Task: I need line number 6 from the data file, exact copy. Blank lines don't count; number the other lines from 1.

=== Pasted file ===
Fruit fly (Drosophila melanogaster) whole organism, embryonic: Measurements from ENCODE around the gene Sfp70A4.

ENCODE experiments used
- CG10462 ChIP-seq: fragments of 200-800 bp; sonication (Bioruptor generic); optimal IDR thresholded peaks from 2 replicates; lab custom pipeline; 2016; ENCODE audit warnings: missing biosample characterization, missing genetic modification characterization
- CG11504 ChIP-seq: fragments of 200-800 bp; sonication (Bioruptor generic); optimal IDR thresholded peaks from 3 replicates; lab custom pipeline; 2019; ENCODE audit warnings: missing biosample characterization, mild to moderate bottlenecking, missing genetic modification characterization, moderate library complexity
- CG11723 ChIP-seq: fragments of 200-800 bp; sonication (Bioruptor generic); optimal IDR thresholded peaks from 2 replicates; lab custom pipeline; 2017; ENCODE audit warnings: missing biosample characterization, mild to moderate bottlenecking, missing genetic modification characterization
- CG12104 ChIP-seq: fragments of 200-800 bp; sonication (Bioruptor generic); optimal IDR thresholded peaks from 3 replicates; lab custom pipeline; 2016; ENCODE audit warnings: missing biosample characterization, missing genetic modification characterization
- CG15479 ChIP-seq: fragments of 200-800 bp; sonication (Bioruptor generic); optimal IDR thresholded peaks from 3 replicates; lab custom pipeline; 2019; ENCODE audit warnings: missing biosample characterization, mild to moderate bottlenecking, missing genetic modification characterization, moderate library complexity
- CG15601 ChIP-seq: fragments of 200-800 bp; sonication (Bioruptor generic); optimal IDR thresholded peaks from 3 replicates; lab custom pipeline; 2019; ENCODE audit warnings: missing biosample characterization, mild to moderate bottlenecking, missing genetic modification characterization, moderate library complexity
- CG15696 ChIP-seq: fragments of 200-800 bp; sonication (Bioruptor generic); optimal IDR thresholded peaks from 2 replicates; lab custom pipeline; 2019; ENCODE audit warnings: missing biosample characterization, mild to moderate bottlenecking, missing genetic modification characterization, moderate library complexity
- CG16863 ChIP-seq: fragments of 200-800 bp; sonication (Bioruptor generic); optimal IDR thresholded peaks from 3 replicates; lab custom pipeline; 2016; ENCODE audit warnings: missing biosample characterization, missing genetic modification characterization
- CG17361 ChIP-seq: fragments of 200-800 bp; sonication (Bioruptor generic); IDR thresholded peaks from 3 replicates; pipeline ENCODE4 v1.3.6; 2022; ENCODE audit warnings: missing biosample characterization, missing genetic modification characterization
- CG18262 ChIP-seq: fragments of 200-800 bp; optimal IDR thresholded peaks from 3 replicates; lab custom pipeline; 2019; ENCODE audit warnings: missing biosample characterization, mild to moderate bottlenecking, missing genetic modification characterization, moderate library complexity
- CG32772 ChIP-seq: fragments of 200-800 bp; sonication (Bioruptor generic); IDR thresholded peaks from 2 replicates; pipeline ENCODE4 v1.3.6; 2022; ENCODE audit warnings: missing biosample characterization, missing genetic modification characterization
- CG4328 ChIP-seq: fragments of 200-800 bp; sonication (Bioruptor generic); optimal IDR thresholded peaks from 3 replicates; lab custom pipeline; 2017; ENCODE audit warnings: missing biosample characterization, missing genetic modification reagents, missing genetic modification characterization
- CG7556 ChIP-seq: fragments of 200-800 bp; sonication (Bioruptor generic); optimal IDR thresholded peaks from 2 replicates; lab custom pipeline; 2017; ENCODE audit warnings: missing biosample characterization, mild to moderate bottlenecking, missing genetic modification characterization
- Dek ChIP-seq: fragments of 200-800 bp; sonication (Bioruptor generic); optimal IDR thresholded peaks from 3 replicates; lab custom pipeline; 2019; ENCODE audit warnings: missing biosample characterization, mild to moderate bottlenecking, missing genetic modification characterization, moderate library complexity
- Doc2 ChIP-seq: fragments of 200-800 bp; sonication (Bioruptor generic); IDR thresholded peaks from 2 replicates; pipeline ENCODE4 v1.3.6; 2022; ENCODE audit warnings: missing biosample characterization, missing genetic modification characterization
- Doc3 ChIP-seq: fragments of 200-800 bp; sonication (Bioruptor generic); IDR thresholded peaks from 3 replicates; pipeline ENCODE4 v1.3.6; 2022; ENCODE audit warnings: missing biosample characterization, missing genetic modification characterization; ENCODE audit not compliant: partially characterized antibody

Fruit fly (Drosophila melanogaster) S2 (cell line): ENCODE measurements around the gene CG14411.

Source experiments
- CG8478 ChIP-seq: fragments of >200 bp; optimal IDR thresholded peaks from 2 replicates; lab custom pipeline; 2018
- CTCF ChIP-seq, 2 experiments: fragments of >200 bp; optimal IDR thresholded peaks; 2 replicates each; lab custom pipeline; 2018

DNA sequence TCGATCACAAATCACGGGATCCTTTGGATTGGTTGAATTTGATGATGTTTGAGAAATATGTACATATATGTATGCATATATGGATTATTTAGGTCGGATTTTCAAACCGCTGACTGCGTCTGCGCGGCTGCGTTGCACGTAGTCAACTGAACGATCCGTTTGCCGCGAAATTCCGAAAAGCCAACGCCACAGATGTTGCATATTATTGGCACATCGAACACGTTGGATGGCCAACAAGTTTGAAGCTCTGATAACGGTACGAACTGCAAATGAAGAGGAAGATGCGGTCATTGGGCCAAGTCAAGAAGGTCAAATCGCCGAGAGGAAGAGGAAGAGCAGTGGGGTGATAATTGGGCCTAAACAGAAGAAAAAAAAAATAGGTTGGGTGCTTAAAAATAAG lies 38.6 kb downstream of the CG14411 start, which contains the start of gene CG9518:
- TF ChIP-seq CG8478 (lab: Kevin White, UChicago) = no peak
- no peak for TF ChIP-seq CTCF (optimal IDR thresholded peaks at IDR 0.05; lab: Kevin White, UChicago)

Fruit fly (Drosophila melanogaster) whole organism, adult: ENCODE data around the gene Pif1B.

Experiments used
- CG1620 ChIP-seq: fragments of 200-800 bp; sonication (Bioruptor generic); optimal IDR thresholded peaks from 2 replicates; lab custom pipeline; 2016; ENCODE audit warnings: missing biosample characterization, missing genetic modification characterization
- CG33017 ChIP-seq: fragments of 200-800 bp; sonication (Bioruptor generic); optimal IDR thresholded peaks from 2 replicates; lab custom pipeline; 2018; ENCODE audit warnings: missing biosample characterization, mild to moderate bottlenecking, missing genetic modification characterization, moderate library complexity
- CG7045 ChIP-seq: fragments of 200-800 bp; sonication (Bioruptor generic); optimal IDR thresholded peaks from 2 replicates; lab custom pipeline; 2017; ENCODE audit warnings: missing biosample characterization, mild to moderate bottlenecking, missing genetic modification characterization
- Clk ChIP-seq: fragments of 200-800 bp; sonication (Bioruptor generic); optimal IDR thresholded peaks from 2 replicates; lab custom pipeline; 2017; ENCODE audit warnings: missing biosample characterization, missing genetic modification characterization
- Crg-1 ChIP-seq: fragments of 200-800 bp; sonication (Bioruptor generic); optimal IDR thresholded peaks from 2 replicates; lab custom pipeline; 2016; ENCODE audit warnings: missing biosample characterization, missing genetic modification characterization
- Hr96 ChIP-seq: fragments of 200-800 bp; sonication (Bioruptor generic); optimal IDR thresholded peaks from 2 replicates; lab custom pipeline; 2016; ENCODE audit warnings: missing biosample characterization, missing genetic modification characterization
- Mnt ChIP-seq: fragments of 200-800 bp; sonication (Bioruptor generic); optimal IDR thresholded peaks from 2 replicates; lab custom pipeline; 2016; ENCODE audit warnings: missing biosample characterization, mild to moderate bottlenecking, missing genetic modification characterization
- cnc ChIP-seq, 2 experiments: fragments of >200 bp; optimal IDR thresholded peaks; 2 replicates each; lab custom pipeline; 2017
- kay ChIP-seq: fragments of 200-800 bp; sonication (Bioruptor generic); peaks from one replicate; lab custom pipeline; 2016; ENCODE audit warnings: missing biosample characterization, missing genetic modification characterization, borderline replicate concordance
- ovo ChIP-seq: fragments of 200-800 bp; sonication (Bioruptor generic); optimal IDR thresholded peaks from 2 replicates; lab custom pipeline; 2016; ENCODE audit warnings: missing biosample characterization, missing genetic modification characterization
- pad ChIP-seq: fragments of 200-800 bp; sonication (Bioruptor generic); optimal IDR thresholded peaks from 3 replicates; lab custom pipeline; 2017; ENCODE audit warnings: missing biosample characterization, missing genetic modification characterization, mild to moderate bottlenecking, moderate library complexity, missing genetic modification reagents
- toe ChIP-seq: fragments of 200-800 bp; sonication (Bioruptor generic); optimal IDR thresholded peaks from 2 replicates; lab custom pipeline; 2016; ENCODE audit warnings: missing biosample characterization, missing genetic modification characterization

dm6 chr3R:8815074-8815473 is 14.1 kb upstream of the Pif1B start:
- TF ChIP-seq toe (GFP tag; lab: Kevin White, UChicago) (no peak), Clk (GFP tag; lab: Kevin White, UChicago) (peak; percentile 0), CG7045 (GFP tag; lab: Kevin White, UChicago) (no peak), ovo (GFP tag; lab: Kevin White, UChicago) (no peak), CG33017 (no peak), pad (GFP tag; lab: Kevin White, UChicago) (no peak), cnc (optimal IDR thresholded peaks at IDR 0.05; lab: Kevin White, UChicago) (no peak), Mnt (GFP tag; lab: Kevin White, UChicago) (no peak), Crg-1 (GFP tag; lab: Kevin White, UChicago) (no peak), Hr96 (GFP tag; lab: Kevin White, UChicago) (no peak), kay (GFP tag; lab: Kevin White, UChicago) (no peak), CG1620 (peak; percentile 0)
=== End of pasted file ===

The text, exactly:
- CG12104 ChIP-seq: fragments of 200-800 bp; sonication (Bioruptor generic); optimal IDR thresholded peaks from 3 replicates; lab custom pipeline; 2016; ENCODE audit warnings: missing biosample characterization, missing genetic modification characterization